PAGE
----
After hearing oral arguments from Blue Cross attorney Paul Bardacke, Attorney General Gary King and Insurance Division attorney David Barton, justices retired to chambers for approximately 25 minutes Wednesday morning. They briefly emerged for Justice Petra Jimenez Maes to announce the court was denying the company’s petition.
Insurers should not be subject to repeated hearings after a rate hike has been approved by the insurance superintendent, Bardacke argued.
“Where is the finality for consumers, first of all?” he asked in oral arguments before the court.
But the Supreme Court was not the appropriate venue for the case, Maes stated Wednesday morning, echoing Barton’s oral argument that the high court’s intervention would only be appropriate if Blue Cross had no other recourse to appeal the Division’s decision. Under state law, Blue Cross can appeal a withdrawal of any rate hike approval in district court.
“We respect the finding of the Court and will be at the hearing August 25,” Bardacke, who represents Blue Cross Blue Shield NM, told The Independent. “We were pleased Attorney General Gary King indicated the (rate hike) settlement was fair and equitable, and in the best interest of all New Mexicans.”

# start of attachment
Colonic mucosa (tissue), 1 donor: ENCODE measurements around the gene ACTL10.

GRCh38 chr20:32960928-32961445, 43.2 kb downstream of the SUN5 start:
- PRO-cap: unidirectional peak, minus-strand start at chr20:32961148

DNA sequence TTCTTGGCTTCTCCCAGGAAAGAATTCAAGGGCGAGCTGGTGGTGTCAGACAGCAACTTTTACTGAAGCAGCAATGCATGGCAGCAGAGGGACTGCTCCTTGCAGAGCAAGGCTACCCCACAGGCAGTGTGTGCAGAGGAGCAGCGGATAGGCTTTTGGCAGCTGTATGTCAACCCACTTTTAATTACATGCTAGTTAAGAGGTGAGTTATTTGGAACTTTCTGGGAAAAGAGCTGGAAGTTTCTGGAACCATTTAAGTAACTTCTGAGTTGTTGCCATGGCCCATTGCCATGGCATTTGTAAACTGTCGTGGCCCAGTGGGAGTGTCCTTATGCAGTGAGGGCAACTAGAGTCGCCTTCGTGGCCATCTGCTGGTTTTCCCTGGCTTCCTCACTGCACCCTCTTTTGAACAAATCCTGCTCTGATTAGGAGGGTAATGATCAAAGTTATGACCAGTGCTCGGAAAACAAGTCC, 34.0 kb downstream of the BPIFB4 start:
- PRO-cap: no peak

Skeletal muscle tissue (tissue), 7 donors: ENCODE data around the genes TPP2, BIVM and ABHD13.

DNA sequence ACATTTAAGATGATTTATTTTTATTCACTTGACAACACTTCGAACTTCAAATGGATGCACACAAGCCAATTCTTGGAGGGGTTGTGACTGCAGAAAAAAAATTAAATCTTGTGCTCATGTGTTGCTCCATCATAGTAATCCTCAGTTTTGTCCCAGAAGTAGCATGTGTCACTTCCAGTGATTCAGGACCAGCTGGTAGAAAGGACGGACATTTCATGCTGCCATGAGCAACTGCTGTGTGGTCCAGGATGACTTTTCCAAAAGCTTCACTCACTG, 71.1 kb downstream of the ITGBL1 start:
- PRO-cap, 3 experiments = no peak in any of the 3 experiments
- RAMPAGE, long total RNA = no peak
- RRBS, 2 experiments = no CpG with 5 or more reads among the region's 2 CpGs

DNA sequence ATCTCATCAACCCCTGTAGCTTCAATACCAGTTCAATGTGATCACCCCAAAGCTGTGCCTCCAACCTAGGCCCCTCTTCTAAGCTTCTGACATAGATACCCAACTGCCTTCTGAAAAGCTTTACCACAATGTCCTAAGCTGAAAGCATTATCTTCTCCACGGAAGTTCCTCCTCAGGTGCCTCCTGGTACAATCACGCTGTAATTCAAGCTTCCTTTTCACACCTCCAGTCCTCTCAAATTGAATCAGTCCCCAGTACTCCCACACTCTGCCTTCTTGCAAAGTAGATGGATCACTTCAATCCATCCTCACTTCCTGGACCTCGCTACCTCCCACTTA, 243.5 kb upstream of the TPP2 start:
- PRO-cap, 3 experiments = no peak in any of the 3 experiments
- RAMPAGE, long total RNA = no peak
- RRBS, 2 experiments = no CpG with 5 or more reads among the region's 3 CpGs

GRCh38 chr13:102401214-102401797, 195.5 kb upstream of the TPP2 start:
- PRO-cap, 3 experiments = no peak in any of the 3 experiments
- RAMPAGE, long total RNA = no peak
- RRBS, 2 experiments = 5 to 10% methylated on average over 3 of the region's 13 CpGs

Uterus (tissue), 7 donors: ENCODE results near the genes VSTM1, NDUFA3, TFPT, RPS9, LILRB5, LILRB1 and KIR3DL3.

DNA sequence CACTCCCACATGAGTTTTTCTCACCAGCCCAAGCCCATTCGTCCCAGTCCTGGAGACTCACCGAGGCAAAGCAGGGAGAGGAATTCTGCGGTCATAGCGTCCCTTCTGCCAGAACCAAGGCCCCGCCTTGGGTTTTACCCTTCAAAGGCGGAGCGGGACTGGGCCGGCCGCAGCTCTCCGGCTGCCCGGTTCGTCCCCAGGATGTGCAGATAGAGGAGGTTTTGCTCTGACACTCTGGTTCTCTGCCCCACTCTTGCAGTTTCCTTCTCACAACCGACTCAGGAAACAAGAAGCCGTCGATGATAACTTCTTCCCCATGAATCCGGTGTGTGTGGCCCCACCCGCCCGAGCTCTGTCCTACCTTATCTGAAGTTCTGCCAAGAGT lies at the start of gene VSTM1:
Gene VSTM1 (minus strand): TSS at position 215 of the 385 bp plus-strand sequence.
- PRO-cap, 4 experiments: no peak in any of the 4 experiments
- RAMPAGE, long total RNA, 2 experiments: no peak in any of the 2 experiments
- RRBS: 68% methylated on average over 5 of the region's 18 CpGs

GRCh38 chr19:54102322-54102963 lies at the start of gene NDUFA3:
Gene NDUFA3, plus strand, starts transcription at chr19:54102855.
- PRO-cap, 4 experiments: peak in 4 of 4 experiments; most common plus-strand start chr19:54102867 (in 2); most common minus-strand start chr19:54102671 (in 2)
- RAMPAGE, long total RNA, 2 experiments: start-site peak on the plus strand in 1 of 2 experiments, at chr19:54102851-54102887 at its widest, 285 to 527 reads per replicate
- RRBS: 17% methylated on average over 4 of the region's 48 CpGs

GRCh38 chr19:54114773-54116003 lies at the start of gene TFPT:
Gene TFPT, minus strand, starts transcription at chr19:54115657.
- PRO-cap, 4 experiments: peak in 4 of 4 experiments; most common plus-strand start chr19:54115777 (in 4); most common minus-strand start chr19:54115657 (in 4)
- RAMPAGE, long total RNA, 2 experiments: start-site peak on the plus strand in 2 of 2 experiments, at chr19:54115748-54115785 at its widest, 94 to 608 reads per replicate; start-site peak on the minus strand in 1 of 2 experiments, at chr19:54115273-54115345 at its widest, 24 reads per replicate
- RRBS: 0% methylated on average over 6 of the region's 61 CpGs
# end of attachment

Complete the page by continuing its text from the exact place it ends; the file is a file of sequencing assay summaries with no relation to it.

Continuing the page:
The Attorney General’s office had helped negotiate and stood by the controversial rate hike settlement, but Gary King appeared before the Supreme Court to defend the Insurance Superintendent’s authority to hold public hearings and review the justification for the rate hike.
The Insurance Superintendent has discretion under state law to hold the scheduled hearings, Gary King argued.
“A final order reversing approval would not be discretionary,” Gary King clarified to The Independent after the Court’s decision. “There would have to be some reason for rejecting the rate increase. There would have to be some different or additional evidence presented at the hearing” to reverse the rate hike approval.
“It’s a new day for consumers in New Mexico,” PRC chair David King told The Independent, adding that Legislature should now empower the PRC to hear appeals of future rate hikes. Currently, appeals must be filed in district court.
“I’m happy New Mexicans will get a chance for new hearings and we’ll do things now that should have been done orginally,” PRC Commissioner Jerome Block Jr. said. “Hopefully the surpluses prove that the rate increases are not justified and New Mexicans can be spared this increase. They have a lot of nerve to come ask for an increase, frankly.”
The state Public Regulation Commission (PRC) met in Aztec Thursday for a heated public meeting about proposed state regulations requiring the installation of fire sprinklers in newly constructed houses.
Home builders told commissioners the requirement would drive up…
The state Insurance Division will this week vacate its controversial April approval of a Blue Cross Blue Shield of New Mexico health insurance rate hike settlement, Public Regulation Commission (PRC) chairman David King told The Independent Monday morning.
The move expected this week does not represent a formal rejection of the request or a final decision; it will simply restart the process.
Commissioner Jason Marks had condemned the settlement as “a back room deal.” Angry commissioners voted May 13 to order the Division to reverse its approval of the settlement, which was negotiated over a weekend without public hearings.